We are artists who have worked in Alaska's Arctic National Wildlife Refuge for many years.
The landscape north of the continental divide of the Brooks Range is no "desolate wasteland," but quite the oppositea beautiful and powerful place. We have worked for weeks at a time amidst this splendor: on the banks of the Hulahula, Canning, and other pristine rivers; in the shadows of the primordial Romanzof and Sadlerochit ranges; surrounded by caribou on the soft tundra of the Coastal Plain; in all seasons and in all weather.
Our work attempts to bring the fragile loveliness and overwhelming power of the Arctic Refuge to a wide audience. To some extent we have succeeded, for this work is now represented in permanent collections in all major museums in Alaska, and has been shown in exhibitions from Oslo to New York City to San Francisco. The magnificence of the Refuge may be too immense to capture in painted and photographic images, but we continue to try.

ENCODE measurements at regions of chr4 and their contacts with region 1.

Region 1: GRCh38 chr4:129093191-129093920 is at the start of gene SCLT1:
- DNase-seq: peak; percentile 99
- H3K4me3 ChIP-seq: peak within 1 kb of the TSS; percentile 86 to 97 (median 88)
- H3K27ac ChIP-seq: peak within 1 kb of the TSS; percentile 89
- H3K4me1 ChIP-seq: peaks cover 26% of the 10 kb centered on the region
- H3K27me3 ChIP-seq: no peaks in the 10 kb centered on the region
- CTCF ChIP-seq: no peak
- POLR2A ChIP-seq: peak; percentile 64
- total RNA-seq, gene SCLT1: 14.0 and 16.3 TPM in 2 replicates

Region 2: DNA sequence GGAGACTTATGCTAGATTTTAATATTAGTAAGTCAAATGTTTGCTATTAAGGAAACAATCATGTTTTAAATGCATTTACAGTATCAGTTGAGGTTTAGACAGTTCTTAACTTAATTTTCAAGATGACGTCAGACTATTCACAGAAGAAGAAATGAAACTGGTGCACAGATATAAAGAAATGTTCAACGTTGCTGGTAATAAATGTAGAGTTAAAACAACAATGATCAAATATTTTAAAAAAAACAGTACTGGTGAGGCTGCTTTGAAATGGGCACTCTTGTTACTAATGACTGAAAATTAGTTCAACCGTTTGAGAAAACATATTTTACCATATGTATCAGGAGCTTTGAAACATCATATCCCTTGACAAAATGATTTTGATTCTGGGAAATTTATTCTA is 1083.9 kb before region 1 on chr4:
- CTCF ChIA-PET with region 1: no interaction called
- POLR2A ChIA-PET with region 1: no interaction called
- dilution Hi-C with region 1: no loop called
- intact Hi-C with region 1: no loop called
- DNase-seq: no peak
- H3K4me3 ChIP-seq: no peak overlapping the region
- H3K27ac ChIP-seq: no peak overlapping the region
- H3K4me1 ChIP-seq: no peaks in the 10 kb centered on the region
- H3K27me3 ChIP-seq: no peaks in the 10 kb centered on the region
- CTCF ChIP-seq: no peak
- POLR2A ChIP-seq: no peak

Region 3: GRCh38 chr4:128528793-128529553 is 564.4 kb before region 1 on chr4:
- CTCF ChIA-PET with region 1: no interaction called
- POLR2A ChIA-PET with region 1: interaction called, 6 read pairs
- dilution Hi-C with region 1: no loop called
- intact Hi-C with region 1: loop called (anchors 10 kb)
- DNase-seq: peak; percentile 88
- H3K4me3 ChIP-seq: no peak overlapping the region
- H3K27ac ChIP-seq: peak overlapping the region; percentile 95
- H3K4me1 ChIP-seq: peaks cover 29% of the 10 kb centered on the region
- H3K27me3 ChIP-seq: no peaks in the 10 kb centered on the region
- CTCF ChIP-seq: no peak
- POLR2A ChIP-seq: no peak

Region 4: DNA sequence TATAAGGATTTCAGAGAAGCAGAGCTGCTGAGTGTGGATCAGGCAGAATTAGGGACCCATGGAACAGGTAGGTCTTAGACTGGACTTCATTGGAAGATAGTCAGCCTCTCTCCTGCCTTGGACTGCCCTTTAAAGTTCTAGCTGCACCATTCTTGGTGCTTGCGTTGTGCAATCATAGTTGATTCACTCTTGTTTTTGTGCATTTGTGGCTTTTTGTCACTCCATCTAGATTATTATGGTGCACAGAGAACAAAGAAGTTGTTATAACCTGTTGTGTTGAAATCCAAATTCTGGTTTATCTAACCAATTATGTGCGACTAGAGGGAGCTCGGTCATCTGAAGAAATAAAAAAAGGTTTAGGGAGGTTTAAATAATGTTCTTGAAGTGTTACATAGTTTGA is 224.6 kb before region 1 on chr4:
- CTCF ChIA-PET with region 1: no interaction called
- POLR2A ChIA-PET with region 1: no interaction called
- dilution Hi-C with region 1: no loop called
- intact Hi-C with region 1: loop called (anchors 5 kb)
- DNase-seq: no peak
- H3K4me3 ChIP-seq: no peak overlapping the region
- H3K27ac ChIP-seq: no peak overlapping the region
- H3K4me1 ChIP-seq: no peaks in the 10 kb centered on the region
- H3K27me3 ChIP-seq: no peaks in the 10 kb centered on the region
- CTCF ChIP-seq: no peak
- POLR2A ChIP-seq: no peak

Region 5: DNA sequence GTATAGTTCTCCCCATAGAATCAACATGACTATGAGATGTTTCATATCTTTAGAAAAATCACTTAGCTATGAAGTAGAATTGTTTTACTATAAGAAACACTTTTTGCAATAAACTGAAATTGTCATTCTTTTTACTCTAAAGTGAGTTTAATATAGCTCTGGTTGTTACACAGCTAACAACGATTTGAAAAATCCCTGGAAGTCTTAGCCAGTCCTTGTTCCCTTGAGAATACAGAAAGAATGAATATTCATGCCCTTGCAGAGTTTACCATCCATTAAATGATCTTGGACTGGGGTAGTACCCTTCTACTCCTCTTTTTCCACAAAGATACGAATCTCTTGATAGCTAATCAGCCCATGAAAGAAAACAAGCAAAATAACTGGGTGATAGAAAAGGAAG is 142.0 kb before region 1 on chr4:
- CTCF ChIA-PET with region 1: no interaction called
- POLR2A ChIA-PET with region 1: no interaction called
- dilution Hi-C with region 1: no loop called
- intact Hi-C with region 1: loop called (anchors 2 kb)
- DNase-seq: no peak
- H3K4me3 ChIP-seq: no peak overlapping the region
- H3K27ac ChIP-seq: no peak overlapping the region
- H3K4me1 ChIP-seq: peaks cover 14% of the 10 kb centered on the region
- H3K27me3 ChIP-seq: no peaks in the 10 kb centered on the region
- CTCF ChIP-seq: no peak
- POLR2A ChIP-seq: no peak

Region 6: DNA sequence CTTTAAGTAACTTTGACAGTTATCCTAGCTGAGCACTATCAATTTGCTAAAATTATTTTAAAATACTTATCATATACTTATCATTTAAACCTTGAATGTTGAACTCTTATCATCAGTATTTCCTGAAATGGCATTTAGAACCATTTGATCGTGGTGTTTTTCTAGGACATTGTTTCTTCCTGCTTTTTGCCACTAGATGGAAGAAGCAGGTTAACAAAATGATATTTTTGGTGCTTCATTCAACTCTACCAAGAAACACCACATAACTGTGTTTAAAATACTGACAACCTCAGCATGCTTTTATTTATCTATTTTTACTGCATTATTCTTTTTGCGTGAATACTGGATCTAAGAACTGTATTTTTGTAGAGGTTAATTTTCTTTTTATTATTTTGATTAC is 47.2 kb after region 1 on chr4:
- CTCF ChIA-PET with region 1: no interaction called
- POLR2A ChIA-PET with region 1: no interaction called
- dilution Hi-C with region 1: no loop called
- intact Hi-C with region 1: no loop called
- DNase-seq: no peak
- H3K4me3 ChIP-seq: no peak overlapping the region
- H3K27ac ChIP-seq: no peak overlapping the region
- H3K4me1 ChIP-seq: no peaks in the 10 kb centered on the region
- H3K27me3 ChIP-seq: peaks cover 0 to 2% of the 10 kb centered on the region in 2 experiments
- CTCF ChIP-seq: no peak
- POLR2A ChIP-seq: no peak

So far, U.S. military and industrial installations remain the sole wastelands in the otherwise flourishing Refuge. Interestingly, a DEW line site abandoned by the military at Camden Bay in the early '60s (depicted in several of Scott Hansen's works) was quietly cleaned up by the Army Corps of Engineers.
Please peruse the images we have collected here. Visit the artists' web sites. Visit the Refuge yourself, if at all possible. In short, experience the natural beauty of the Arctic Refuge in whatever ways are open for you. Weigh the value of this land, an exquisitely preserved wilderness ecosystem, against the environmental and economic costs of recoveringby many, many low-production wells covering a vast areaonly enough oil to meet America's needs for less than a year.
The Refuge is worth any legislative action necessary to permanently protect it. We urge you to work to defeat any legislation that would open the Refuge to oil drilling.